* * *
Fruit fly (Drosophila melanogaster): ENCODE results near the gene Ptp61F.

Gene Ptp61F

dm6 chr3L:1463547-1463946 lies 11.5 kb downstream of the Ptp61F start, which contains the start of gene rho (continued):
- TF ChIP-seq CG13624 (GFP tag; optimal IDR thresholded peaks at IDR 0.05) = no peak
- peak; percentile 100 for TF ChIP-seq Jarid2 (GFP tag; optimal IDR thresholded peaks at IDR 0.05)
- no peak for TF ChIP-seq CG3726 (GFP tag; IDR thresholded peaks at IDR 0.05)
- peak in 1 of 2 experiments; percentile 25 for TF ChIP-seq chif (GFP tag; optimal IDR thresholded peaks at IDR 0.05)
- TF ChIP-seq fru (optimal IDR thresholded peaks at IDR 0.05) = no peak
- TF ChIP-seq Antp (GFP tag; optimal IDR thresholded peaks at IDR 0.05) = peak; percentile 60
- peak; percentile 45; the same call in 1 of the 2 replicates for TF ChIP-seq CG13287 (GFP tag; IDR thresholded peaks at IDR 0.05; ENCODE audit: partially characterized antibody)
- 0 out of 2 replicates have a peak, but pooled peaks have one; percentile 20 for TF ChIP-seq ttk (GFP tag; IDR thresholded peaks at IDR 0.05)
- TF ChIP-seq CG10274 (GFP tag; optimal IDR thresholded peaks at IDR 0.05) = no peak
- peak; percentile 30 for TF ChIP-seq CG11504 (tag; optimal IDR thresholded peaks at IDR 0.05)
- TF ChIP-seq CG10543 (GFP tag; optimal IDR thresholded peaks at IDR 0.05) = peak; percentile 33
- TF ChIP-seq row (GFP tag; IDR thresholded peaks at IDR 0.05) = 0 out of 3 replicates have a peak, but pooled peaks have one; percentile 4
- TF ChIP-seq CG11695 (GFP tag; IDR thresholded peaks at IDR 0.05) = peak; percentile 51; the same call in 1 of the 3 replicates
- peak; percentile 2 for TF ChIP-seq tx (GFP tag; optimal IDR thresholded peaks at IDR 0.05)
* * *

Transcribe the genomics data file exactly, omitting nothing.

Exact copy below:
Fruit fly (Drosophila melanogaster): ENCODE results near the gene Ptp61F.

Gene Ptp61F

dm6 chr3L:1463547-1463946 lies 11.5 kb downstream of the Ptp61F start, which contains the start of gene rho (continued):
- TF ChIP-seq CG13624 (GFP tag; optimal IDR thresholded peaks at IDR 0.05) = no peak
- peak; percentile 100 for TF ChIP-seq Jarid2 (GFP tag; optimal IDR thresholded peaks at IDR 0.05)
- no peak for TF ChIP-seq CG3726 (GFP tag; IDR thresholded peaks at IDR 0.05)
- peak in 1 of 2 experiments; percentile 25 for TF ChIP-seq chif (GFP tag; optimal IDR thresholded peaks at IDR 0.05)
- TF ChIP-seq fru (optimal IDR thresholded peaks at IDR 0.05) = no peak
- TF ChIP-seq Antp (GFP tag; optimal IDR thresholded peaks at IDR 0.05) = peak; percentile 60
- peak; percentile 45; the same call in 1 of the 2 replicates for TF ChIP-seq CG13287 (GFP tag; IDR thresholded peaks at IDR 0.05; ENCODE audit: partially characterized antibody)
- 0 out of 2 replicates have a peak, but pooled peaks have one; percentile 20 for TF ChIP-seq ttk (GFP tag; IDR thresholded peaks at IDR 0.05)
- TF ChIP-seq CG10274 (GFP tag; optimal IDR thresholded peaks at IDR 0.05) = no peak
- peak; percentile 30 for TF ChIP-seq CG11504 (tag; optimal IDR thresholded peaks at IDR 0.05)
- TF ChIP-seq CG10543 (GFP tag; optimal IDR thresholded peaks at IDR 0.05) = peak; percentile 33
- TF ChIP-seq row (GFP tag; IDR thresholded peaks at IDR 0.05) = 0 out of 3 replicates have a peak, but pooled peaks have one; percentile 4
- TF ChIP-seq CG11695 (GFP tag; IDR thresholded peaks at IDR 0.05) = peak; percentile 51; the same call in 1 of the 3 replicates
- peak; percentile 2 for TF ChIP-seq tx (GFP tag; optimal IDR thresholded peaks at IDR 0.05)